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This is not a duplicate of Assignment inside lambda expression in Python, i.e., I'm not asking how to trick Python into assigning in a lambda expression.

I have some λ-calculus background. Considering the following code, it looks like Python is quite willing to perform side-effects in lambda expressions:


def applyTo42(f):
    return f(42)

def double(x):
    return x * 2

class ContainsVal:
    def __init__(self, v):
        self.v = v

    def store(self, v):
        self.v = v

def main():

    print('== functional, no side effects')

    print('-- print the double of 42')

    print('-- print 1000 more than 42')
    print(applyTo42(lambda x: x + 1000))

    print('-- print c\'s value instead of 42')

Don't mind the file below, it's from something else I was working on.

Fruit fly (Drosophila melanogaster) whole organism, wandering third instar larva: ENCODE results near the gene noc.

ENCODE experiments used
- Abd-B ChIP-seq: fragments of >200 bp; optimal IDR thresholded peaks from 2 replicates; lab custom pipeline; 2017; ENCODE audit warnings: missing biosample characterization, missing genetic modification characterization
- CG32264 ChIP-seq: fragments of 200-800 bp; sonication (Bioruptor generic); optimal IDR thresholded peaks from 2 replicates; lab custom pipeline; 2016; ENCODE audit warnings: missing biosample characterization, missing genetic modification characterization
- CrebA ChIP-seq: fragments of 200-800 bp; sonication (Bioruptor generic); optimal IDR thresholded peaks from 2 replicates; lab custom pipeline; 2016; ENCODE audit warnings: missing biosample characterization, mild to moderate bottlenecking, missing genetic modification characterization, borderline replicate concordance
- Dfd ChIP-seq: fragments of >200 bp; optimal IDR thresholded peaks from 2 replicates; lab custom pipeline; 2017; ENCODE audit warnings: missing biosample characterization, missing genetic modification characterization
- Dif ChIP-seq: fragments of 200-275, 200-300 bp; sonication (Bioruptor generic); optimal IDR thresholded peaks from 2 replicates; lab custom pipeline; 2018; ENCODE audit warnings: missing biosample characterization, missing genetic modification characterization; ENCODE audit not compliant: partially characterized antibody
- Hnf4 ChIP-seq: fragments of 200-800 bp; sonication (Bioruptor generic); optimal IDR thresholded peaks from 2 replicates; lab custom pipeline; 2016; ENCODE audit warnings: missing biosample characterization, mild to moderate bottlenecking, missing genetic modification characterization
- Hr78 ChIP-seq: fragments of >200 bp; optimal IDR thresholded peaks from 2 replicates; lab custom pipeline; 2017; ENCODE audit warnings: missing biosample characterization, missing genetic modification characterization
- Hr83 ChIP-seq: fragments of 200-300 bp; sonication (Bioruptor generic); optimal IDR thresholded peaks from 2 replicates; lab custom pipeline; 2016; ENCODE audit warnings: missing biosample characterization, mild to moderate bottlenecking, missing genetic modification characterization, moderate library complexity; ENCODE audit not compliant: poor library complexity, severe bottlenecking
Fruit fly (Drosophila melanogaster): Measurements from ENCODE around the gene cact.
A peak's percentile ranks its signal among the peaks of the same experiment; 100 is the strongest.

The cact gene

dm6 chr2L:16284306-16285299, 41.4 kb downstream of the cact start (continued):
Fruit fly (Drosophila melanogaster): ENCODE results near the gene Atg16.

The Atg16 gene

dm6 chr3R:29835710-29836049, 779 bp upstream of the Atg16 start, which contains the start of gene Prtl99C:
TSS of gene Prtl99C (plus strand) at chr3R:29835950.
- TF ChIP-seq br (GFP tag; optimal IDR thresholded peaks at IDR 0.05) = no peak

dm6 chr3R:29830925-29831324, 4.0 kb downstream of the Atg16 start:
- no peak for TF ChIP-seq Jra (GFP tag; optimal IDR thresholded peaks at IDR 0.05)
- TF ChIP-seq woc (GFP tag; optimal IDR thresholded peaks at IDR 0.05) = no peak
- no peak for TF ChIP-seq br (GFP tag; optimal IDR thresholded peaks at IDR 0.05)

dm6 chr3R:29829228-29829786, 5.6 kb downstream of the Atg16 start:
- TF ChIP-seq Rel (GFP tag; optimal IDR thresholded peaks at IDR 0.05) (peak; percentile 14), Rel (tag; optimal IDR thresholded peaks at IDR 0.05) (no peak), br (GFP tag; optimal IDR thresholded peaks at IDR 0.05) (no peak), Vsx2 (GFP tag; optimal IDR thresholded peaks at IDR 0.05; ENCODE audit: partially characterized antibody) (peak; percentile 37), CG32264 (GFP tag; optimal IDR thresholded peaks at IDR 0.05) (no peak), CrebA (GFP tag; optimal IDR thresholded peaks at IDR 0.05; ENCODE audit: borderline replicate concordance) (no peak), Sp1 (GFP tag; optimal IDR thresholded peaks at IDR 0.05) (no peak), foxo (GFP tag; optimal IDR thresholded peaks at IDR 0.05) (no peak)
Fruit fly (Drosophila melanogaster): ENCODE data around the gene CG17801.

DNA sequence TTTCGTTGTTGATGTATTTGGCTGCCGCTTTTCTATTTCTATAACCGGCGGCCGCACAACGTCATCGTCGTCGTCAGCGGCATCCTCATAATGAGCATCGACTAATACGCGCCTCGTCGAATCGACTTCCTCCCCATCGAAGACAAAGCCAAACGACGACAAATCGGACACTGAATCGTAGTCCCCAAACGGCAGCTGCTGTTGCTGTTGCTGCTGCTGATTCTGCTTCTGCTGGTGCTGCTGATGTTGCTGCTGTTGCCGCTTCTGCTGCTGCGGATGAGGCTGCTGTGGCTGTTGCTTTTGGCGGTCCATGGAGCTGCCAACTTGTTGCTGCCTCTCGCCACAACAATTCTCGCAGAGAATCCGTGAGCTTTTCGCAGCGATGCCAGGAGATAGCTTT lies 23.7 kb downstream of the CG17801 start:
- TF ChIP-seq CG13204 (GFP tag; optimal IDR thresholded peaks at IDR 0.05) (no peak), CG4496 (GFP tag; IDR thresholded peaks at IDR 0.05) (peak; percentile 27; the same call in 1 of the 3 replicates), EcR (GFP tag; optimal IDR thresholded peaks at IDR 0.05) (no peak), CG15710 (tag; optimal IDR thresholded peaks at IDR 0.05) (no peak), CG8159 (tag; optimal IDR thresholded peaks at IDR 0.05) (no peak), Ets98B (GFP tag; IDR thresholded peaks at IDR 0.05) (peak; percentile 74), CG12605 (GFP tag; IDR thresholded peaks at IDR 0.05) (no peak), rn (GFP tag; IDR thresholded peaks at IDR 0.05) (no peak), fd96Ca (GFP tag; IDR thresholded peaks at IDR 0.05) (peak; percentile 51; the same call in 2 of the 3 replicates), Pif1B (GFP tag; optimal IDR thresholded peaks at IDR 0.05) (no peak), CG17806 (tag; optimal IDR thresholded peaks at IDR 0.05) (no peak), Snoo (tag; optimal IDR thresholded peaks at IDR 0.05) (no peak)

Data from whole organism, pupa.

c = ContainsVal(23)
    print(applyTo42(lambda x: c.v))

    print('== not functional, side effects')

    print('-- perform IO on 42')
    applyTo42(lambda x: print(x))

    print('-- set c\'s value to 42')
    applyTo42(lambda x:

    #print('== illegal, but why?')
    #print(applyTo42(lambda x: c.v = 99))

if __name__ == '__main__':

But if I uncomment the lines

    print('== illegal, but why?')
    print(applyTo42(lambda x: c.v = 99))

I'll get

SyntaxError: lambda cannot contain assignment

Why not? What is the deeper reason behind this?

  • As the code demonstrates, it cannot be about “purity” in a functional sense.

  • The only explanation I can imagine is that assignemts do not return anything, not even None. But that sounds lame and would be easy to fix (one way: make lambda expressions return None if body is a statement).

Not an answer:

  • Because it's defined that way (I want to know why it's defined that way).

  • Because it's in the grammar (see above).

  • Use def if you need statements (I did not ask for how to get statements into a function).

“This would change syntax / the language / semantics” would be ok as an answer if you can come up with an example of such a change, and why it would be bad.

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